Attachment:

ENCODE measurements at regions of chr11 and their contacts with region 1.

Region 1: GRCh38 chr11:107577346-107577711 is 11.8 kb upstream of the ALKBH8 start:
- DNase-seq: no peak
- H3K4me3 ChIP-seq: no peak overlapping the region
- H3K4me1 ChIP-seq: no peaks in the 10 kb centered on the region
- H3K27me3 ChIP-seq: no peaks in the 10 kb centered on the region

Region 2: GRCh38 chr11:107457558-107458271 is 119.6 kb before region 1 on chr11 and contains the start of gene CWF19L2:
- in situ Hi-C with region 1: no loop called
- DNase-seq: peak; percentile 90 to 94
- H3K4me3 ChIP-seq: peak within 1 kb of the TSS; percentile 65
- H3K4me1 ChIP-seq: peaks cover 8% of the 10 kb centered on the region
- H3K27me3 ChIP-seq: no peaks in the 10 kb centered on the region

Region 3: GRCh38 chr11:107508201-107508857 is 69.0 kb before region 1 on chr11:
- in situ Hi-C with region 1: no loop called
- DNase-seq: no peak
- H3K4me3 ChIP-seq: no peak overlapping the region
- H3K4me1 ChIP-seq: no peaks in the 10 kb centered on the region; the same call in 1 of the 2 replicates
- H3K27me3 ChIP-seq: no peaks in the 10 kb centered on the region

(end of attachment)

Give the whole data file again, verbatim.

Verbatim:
ENCODE measurements at regions of chr11 and their contacts with region 1.

Region 1: GRCh38 chr11:107577346-107577711 is 11.8 kb upstream of the ALKBH8 start:
- DNase-seq: no peak
- H3K4me3 ChIP-seq: no peak overlapping the region
- H3K4me1 ChIP-seq: no peaks in the 10 kb centered on the region
- H3K27me3 ChIP-seq: no peaks in the 10 kb centered on the region

Region 2: GRCh38 chr11:107457558-107458271 is 119.6 kb before region 1 on chr11 and contains the start of gene CWF19L2:
- in situ Hi-C with region 1: no loop called
- DNase-seq: peak; percentile 90 to 94
- H3K4me3 ChIP-seq: peak within 1 kb of the TSS; percentile 65
- H3K4me1 ChIP-seq: peaks cover 8% of the 10 kb centered on the region
- H3K27me3 ChIP-seq: no peaks in the 10 kb centered on the region

Region 3: GRCh38 chr11:107508201-107508857 is 69.0 kb before region 1 on chr11:
- in situ Hi-C with region 1: no loop called
- DNase-seq: no peak
- H3K4me3 ChIP-seq: no peak overlapping the region
- H3K4me1 ChIP-seq: no peaks in the 10 kb centered on the region; the same call in 1 of the 2 replicates
- H3K27me3 ChIP-seq: no peaks in the 10 kb centered on the region